If you ask freelancers the toughest part of their job, many would say it’s getting new clients.

Melanie Padgett Powers, owner of Mel Edits and host of The Deliberate Freelancer podcast, offered her tips and strategies for taking stress out of the process during Freelance Austin’s March event.

Know where your work comes from
First, she recommends doing a business audit – by money, not by volume of assignments – to determine where your work is coming from. “That way you can double down on what is working and not waste your time on what’s not,” she explained.

While many freelancers rely on letters of introduction (LOI) – cold calls or letters/emails in which you introduce yourself and your services to a potential customer – Melanie prefers to work smart. “I don’t bother with LOIs because it’s a numbers game, and you have to send out hundreds of them each month to make it work,” she said.

Ask your network for names
When Melanie first went freelance, she hired someone to teach her how to pitch stories. The consultant encouraged her to cast a wide net and email her entire network – former bosses, former and current co-workers, family and friends through church and other associations – to let them know she was going out on her own.

In addition to telling people what she offered, Melanie said another key tip from the coach was to ask her network for names of other people who might need her services. “That specific act not only expands your network but gives you a name to whom you can send an LOI, which is critical” to success, Melanie said. “Being referred directly by a contact gets you to the front of the line.”

Be specific about the work you want
Melanie recommends letting people know the specific kind of work you want and not assuming they already know. An email in which she asked for three very specific types of work was one of the most effective mailers she’s done.

Why was it so effective? “People responded, ‘I had NO IDEA you did X’ and another friend said, ‘I thought you’d be way too busy to do this so I never considered you,” Melanie explained, noting that she still has those two jobs.

“That ONE email was really lucrative,” she said.

Re-package your offerings or diversify your services
Sometimes we can’t be so choosy, however, about the kind of work we will do. Like many of us, Melanie’s work fell during the early pandemic. She decided to send an email listing all the services she could offer, but one of them had a creative twist.

In a nod to the pandemic, Melanie offered coverage of virtual conferences as a new service for writing clients.

If you need to add services but don’t have the know-how, consider taking a class in that subject to become more skilled.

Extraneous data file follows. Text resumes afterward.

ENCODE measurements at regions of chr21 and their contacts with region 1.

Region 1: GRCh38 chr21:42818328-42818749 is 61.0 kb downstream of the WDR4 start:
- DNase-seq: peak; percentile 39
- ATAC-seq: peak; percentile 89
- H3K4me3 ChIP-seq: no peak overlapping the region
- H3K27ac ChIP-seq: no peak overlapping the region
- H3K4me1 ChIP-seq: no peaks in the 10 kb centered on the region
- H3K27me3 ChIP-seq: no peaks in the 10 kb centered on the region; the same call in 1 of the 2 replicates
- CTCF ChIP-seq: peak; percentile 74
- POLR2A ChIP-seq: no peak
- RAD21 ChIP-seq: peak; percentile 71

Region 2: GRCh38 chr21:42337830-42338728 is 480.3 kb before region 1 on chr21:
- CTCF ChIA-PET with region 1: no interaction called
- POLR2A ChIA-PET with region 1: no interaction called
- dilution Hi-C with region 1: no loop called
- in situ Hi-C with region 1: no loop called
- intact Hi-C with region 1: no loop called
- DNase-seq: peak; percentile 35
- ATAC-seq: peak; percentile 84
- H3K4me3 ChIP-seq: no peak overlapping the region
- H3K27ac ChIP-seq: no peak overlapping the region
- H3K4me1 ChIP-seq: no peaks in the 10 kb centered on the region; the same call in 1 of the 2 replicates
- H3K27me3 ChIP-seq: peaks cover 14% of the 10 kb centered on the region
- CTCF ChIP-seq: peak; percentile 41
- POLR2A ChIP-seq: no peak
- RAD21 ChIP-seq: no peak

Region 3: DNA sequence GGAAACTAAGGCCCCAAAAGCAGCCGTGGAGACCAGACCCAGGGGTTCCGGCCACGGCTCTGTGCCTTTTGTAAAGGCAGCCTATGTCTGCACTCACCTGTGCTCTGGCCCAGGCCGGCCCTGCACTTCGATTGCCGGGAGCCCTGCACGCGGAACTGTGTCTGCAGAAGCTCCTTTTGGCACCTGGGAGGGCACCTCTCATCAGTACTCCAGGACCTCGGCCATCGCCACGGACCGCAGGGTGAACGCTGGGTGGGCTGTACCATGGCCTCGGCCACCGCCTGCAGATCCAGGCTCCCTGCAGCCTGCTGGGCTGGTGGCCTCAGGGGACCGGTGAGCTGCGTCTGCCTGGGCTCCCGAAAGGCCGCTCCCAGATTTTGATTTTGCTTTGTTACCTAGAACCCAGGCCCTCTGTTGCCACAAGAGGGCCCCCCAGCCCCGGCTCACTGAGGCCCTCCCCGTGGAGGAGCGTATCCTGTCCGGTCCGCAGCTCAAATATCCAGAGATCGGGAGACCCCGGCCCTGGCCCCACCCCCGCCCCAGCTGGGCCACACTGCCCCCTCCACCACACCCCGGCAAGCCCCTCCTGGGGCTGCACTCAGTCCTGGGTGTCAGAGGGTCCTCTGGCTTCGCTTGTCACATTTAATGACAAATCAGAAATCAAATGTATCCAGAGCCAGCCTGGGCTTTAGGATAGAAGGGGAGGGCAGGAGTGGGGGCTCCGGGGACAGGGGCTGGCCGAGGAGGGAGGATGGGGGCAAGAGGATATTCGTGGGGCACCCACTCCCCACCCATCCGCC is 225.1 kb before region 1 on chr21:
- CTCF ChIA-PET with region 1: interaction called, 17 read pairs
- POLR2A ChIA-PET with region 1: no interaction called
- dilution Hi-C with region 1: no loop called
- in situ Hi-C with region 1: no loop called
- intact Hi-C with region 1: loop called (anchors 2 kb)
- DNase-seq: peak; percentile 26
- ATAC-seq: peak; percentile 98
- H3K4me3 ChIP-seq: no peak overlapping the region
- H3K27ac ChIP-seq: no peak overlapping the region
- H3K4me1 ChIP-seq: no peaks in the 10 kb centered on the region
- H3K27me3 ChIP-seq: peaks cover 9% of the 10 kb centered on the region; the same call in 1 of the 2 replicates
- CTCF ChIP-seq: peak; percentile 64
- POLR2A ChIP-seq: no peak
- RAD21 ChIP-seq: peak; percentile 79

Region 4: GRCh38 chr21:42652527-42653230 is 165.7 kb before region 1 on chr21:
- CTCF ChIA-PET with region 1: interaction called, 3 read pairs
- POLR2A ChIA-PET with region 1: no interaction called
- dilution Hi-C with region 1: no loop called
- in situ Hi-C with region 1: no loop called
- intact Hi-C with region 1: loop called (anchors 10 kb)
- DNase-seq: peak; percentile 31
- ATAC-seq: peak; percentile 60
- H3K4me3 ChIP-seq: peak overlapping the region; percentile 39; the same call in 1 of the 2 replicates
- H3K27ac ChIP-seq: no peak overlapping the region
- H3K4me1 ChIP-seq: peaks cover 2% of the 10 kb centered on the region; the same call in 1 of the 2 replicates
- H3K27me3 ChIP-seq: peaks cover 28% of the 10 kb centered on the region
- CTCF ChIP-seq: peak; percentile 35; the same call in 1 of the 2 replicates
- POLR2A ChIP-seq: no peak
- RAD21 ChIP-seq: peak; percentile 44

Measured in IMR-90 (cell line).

Share referrals with other freelancers
During the pandemic, Melanie said, several freelancers sent opportunities to her, allowing her to make up lost income. She acknowledges the power of her network, which she says “helped [her] get back to pre-pandemic income levels” and has traditionally provided her with referrals.

If a gig isn’t a fit for you, why not pass it on to someone else? There’s room for all of us in the freelance ecosystem to succeed, and people will refer you back. Karma rules.

As Melanie said: “Other freelancers are not your enemies; they are your colleagues.”

Position yourself to receive referrals

  • Go where your clients are. For Melanie, as someone who writes for associations, she joined and is active in the Association Media & Publishing group. She encourages volunteering for committees and organizing events because it’s a way to meet other people in that organization and, for her, it is a potential client base.
  • Find opportunities for public speaking. It’s not in everyone’s comfort zone, but probably neither was freelancing when you started. As Melanie says, public speaking “really shows that you are expert in a specific area.”
  • Be generous and pay it forward. If a potential client asks Melanie to do something that’s not in her wheelhouse, instead of saying “no,” she tries to help them. “I keep a running list of other writers and editors who do specific services, and then I write the client back and give them a couple of names,” Melanie says. “The client appreciates it and the freelancer will remember, and sometimes I get a gift card from it.”
  • Wrap up projects with a bow. Similar to on-boarding, which is when you get up to speed on a new client’s needs, be sure to “off board,” too. Ask them if they know anyone else who might benefit from your services and ask for a testimonial.
  • Find ways to stay connected to clients. Melanie does this through shared personal interests. For example, if she knows a client loves baseball, she might send a message or news piece about that topic.

For more information, listen to Melanie’s Deliberate Freelancer podcast or subscribe to her newsletter, Mel Edits.

Meredith Hunt